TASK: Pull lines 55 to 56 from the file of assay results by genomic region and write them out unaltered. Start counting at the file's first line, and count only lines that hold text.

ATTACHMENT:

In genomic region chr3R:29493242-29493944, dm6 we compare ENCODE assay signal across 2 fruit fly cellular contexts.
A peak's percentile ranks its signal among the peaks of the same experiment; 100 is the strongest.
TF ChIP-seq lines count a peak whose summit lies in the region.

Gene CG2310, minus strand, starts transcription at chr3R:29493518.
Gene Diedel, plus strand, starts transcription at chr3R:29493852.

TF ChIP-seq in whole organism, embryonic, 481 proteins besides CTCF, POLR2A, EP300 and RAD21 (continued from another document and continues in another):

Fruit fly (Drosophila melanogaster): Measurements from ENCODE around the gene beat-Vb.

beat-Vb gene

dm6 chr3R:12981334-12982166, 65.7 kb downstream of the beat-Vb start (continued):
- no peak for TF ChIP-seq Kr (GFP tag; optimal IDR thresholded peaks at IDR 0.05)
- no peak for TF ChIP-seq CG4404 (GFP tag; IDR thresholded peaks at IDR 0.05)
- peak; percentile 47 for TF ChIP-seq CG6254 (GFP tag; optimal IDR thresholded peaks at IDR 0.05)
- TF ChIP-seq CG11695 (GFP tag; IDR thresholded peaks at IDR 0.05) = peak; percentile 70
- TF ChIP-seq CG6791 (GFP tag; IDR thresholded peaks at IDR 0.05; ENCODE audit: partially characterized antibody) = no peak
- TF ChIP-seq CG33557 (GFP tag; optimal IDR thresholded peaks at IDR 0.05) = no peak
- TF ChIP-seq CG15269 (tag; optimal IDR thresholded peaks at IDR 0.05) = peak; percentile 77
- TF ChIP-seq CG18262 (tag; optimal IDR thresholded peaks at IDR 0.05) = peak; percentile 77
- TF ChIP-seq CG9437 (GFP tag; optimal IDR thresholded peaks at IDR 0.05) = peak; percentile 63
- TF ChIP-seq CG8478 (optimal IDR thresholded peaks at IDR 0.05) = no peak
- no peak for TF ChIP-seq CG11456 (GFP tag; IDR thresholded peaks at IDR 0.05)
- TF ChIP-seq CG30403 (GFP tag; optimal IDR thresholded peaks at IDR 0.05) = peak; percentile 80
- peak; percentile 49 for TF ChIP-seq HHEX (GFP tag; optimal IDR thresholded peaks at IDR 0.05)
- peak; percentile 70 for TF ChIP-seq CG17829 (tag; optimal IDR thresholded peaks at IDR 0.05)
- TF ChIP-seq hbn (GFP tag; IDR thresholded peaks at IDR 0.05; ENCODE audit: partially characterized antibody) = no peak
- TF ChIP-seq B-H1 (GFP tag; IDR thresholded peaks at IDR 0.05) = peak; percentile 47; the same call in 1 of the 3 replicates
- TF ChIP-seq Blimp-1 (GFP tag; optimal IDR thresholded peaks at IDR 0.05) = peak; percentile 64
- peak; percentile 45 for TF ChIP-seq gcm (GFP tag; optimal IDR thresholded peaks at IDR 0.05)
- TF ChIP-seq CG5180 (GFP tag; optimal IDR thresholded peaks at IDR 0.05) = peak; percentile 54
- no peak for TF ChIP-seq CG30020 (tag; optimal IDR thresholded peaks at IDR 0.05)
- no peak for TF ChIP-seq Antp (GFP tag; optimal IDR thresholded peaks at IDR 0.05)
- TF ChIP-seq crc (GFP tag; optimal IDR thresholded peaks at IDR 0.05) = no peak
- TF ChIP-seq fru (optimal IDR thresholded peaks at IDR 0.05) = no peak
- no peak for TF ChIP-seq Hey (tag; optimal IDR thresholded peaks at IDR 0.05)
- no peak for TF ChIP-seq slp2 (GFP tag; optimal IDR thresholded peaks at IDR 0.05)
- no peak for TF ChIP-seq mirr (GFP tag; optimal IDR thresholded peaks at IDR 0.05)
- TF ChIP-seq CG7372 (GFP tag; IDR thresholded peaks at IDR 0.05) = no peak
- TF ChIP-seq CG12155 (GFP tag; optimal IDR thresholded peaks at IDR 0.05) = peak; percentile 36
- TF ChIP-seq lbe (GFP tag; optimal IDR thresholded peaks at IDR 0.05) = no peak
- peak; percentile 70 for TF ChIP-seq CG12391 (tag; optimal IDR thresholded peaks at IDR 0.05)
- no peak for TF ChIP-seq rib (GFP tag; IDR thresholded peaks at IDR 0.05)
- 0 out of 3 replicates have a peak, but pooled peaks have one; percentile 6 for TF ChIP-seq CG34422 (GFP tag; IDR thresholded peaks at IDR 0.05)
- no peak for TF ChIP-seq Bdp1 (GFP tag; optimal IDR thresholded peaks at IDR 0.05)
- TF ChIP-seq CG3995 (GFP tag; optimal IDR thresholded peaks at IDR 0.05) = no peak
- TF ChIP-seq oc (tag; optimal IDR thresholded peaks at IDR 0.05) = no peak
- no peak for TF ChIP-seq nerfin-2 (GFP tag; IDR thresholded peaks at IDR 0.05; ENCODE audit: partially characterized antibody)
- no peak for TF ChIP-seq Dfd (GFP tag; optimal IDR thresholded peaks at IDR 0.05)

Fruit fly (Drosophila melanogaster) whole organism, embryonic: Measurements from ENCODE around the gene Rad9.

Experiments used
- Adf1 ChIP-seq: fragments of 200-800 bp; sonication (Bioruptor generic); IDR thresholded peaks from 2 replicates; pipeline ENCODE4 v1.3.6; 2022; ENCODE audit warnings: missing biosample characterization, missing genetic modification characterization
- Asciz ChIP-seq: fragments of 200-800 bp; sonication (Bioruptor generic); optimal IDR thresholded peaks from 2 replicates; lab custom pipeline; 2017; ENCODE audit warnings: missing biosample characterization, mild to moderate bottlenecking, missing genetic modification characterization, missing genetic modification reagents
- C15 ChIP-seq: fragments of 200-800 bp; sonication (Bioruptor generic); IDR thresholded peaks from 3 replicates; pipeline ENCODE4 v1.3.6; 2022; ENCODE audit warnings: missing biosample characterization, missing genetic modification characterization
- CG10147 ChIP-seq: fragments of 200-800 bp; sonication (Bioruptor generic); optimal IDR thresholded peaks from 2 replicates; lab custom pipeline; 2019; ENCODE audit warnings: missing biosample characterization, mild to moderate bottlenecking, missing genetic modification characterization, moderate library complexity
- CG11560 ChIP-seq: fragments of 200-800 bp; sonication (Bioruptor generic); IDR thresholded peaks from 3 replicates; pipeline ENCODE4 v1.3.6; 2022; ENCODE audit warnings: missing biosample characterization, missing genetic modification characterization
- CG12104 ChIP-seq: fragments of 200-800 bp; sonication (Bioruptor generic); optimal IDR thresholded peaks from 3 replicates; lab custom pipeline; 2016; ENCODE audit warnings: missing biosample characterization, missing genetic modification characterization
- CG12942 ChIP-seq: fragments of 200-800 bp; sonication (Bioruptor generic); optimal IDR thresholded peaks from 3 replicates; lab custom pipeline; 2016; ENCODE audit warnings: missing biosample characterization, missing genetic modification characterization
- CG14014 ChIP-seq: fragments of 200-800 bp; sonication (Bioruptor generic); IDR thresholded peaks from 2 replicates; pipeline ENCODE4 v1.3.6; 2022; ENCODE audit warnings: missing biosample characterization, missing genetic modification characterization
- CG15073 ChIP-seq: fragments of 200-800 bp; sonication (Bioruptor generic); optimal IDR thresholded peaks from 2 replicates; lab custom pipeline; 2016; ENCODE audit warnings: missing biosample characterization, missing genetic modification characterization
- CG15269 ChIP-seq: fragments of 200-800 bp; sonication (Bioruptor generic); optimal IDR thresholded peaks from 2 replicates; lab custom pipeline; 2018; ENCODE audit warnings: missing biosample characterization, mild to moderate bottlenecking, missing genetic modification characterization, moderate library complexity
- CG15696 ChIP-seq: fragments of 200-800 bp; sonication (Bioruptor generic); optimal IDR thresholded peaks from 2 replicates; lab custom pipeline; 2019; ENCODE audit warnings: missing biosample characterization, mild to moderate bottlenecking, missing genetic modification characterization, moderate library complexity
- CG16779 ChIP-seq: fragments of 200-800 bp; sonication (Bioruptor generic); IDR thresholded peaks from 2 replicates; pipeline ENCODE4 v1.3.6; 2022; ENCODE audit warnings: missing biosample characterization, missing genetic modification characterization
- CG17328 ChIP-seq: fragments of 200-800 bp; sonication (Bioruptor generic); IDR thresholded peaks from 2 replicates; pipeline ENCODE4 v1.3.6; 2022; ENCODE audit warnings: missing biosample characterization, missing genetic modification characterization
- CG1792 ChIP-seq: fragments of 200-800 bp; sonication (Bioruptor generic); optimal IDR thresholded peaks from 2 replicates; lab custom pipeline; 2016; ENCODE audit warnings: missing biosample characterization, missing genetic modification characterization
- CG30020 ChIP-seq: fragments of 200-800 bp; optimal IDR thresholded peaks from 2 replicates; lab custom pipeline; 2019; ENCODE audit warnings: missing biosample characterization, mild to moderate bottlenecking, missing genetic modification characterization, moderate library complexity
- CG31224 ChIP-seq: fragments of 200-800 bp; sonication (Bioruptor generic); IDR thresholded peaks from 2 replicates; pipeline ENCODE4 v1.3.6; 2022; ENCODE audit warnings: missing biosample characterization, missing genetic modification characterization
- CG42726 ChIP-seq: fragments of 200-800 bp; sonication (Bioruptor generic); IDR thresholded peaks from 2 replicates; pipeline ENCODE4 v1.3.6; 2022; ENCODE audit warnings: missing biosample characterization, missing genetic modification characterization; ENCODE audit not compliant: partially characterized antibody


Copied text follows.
- CG12942 ChIP-seq: fragments of 200-800 bp; sonication (Bioruptor generic); optimal IDR thresholded peaks from 3 replicates; lab custom pipeline; 2016; ENCODE audit warnings: missing biosample characterization, missing genetic modification characterization
- CG14014 ChIP-seq: fragments of 200-800 bp; sonication (Bioruptor generic); IDR thresholded peaks from 2 replicates; pipeline ENCODE4 v1.3.6; 2022; ENCODE audit warnings: missing biosample characterization, missing genetic modification characterization